“Ping by ping you can see things. You put the acoustic energy in and it comes back and you see a response in time and in amplitude --proportional to target strength or a measure of the cross-sectional energy. Different objects have different responses. We teach the operators what a mine looks like and it takes some training,” Ailes added.
At the same time, the Navy is currently in the process of upgrading the sonar technology used on the LCS’ MCM Mission Package to a higher-resolution “synthetic aperture sonar” currently used on submarines, Ailes explained.
This will enable sonar operators to more quickly and easily make determinations regarding what is a mine – and what is not.
“With higher resolution you can more easily tell the shape. As we introduce this incrementally, it will become easier on the operator. What that means is a lower false alarm rate and also less training to get to that same level of proficiency,” he said.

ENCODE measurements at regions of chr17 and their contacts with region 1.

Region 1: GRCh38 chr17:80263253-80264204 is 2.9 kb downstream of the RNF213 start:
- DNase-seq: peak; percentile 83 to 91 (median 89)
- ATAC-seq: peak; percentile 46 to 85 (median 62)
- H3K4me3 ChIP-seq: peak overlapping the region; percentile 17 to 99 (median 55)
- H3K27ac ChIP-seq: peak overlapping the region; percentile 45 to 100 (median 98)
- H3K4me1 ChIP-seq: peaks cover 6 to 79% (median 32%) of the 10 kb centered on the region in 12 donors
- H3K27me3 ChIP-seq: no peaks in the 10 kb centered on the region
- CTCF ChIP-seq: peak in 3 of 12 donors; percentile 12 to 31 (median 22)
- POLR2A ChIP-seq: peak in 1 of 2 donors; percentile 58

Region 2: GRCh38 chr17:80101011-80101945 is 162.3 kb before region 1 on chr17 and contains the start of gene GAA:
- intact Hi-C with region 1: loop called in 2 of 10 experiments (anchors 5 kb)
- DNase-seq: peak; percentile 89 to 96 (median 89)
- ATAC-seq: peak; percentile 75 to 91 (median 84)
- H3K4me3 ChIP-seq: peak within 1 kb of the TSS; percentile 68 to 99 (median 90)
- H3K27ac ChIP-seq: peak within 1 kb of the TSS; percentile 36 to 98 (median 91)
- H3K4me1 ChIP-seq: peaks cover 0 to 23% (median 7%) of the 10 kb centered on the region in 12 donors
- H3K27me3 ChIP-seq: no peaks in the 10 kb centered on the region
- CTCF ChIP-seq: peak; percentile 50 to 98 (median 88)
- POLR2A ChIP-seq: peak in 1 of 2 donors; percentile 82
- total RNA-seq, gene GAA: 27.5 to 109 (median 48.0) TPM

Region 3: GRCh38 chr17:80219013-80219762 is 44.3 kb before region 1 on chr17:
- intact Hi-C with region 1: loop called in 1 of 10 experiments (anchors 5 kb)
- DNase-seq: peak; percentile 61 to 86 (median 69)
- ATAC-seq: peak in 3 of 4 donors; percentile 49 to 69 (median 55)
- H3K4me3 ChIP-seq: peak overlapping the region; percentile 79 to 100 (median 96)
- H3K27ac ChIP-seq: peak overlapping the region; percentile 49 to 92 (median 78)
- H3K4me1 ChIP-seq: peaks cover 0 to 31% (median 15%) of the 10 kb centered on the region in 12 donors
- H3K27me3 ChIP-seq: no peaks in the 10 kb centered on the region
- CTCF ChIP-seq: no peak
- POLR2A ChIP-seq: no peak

The Navy is also developing a low-frequency broadband sonar, called Knifefish, able to detect clusters of mines buried beneath the ocean floor using synthetic aperture sonar, Ailes added.
“This sonar has the properties which can find things even if they are buried. It measures the density of the signal coming back,” he said.
Knifefish is a 19-foot long, 1,700-pound Unmanned Underwater Vehicle (UUV), a propeller driven mine-sweeping robot made by General Dynamics Advanced Information Systems and Bluefin Robotics.
Formal testing and Low Rate Initial Production of four Knifefish systems will take place from 2014 to 2017, culminating in Initial Operational Capability delivered to the LCS MCM Mission Package in 2017, Leonard explained.
Knifefish, which is able to search for and map mines, emerged from research conducted by the Naval Research Laboratory, Leonard added.
At the same time, Electro-Optical sensors, some of which can be configured onto the end of the AQS-20A are also often used to positively identify mines.
The airborne mine-detection systems are designed to work in tandem with the sonar so that the upper and lower portions of the “water column” are sufficiently swept for mines in an integrated fashion, Ailes said.
The second increment of the MCM Mission Package includes the use of the Fire Scout Vertical Take-off-and-Landing Unmanned Aircraft Systems (UAS); the Fire Scout is engineered with a special, high-resolution mine-detecting sensor able to determine if mines are buried underneath beach sand along the coastline, called Coastal Battlefield Reconnaissance and Analysis (COBRA), Ailes added.